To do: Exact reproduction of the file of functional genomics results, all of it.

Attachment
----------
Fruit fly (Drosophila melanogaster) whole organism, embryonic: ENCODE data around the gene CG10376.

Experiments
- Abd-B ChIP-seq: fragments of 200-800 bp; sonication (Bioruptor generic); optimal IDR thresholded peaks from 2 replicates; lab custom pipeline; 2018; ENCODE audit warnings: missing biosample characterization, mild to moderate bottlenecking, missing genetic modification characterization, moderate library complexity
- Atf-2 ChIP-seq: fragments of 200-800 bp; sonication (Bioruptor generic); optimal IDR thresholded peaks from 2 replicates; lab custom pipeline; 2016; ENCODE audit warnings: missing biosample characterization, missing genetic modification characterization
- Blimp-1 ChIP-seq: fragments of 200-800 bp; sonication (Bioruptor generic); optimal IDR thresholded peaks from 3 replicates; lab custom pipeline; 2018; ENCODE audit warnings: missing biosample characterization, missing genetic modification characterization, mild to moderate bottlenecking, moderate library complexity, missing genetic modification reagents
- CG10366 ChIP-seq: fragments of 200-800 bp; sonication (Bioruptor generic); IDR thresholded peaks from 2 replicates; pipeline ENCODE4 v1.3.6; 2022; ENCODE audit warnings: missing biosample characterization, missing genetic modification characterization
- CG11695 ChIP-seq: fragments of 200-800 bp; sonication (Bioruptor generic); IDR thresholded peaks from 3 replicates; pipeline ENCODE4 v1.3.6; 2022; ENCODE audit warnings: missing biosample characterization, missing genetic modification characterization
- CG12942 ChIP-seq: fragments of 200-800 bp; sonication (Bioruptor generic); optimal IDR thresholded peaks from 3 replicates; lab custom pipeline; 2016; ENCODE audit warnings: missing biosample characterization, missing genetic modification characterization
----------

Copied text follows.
Fruit fly (Drosophila melanogaster) whole organism, embryonic: ENCODE data around the gene CG10376.

Experiments
- Abd-B ChIP-seq: fragments of 200-800 bp; sonication (Bioruptor generic); optimal IDR thresholded peaks from 2 replicates; lab custom pipeline; 2018; ENCODE audit warnings: missing biosample characterization, mild to moderate bottlenecking, missing genetic modification characterization, moderate library complexity
- Atf-2 ChIP-seq: fragments of 200-800 bp; sonication (Bioruptor generic); optimal IDR thresholded peaks from 2 replicates; lab custom pipeline; 2016; ENCODE audit warnings: missing biosample characterization, missing genetic modification characterization
- Blimp-1 ChIP-seq: fragments of 200-800 bp; sonication (Bioruptor generic); optimal IDR thresholded peaks from 3 replicates; lab custom pipeline; 2018; ENCODE audit warnings: missing biosample characterization, missing genetic modification characterization, mild to moderate bottlenecking, moderate library complexity, missing genetic modification reagents
- CG10366 ChIP-seq: fragments of 200-800 bp; sonication (Bioruptor generic); IDR thresholded peaks from 2 replicates; pipeline ENCODE4 v1.3.6; 2022; ENCODE audit warnings: missing biosample characterization, missing genetic modification characterization
- CG11695 ChIP-seq: fragments of 200-800 bp; sonication (Bioruptor generic); IDR thresholded peaks from 3 replicates; pipeline ENCODE4 v1.3.6; 2022; ENCODE audit warnings: missing biosample characterization, missing genetic modification characterization
- CG12942 ChIP-seq: fragments of 200-800 bp; sonication (Bioruptor generic); optimal IDR thresholded peaks from 3 replicates; lab custom pipeline; 2016; ENCODE audit warnings: missing biosample characterization, missing genetic modification characterization